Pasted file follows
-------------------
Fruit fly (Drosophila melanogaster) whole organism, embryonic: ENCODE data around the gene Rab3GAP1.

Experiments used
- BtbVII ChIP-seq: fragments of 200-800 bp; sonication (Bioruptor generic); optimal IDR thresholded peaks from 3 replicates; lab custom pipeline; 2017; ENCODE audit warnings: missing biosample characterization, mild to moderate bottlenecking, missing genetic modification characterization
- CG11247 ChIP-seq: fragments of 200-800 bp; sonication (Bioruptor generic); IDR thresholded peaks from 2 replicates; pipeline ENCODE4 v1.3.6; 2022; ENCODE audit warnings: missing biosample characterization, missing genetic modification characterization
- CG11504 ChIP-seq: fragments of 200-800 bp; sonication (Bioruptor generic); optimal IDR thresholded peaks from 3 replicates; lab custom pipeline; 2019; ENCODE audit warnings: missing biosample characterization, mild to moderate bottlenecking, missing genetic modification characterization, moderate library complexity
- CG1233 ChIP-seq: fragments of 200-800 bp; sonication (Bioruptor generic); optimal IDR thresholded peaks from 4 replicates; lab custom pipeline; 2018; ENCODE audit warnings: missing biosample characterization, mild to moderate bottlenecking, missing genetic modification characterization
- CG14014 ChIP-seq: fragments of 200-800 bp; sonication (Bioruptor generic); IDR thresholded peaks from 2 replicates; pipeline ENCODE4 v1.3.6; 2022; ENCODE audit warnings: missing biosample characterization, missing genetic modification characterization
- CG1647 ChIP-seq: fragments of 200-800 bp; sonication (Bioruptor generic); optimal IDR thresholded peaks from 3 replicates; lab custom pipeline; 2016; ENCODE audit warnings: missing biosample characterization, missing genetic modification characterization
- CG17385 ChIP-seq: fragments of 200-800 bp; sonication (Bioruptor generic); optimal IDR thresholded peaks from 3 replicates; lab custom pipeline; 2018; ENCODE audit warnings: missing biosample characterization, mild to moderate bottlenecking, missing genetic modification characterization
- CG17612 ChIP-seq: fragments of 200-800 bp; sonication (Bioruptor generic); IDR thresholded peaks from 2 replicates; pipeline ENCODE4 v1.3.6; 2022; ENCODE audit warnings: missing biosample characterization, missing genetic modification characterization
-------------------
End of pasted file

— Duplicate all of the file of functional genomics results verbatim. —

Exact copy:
Fruit fly (Drosophila melanogaster) whole organism, embryonic: ENCODE data around the gene Rab3GAP1.

Experiments used
- BtbVII ChIP-seq: fragments of 200-800 bp; sonication (Bioruptor generic); optimal IDR thresholded peaks from 3 replicates; lab custom pipeline; 2017; ENCODE audit warnings: missing biosample characterization, mild to moderate bottlenecking, missing genetic modification characterization
- CG11247 ChIP-seq: fragments of 200-800 bp; sonication (Bioruptor generic); IDR thresholded peaks from 2 replicates; pipeline ENCODE4 v1.3.6; 2022; ENCODE audit warnings: missing biosample characterization, missing genetic modification characterization
- CG11504 ChIP-seq: fragments of 200-800 bp; sonication (Bioruptor generic); optimal IDR thresholded peaks from 3 replicates; lab custom pipeline; 2019; ENCODE audit warnings: missing biosample characterization, mild to moderate bottlenecking, missing genetic modification characterization, moderate library complexity
- CG1233 ChIP-seq: fragments of 200-800 bp; sonication (Bioruptor generic); optimal IDR thresholded peaks from 4 replicates; lab custom pipeline; 2018; ENCODE audit warnings: missing biosample characterization, mild to moderate bottlenecking, missing genetic modification characterization
- CG14014 ChIP-seq: fragments of 200-800 bp; sonication (Bioruptor generic); IDR thresholded peaks from 2 replicates; pipeline ENCODE4 v1.3.6; 2022; ENCODE audit warnings: missing biosample characterization, missing genetic modification characterization
- CG1647 ChIP-seq: fragments of 200-800 bp; sonication (Bioruptor generic); optimal IDR thresholded peaks from 3 replicates; lab custom pipeline; 2016; ENCODE audit warnings: missing biosample characterization, missing genetic modification characterization
- CG17385 ChIP-seq: fragments of 200-800 bp; sonication (Bioruptor generic); optimal IDR thresholded peaks from 3 replicates; lab custom pipeline; 2018; ENCODE audit warnings: missing biosample characterization, mild to moderate bottlenecking, missing genetic modification characterization
- CG17612 ChIP-seq: fragments of 200-800 bp; sonication (Bioruptor generic); IDR thresholded peaks from 2 replicates; pipeline ENCODE4 v1.3.6; 2022; ENCODE audit warnings: missing biosample characterization, missing genetic modification characterization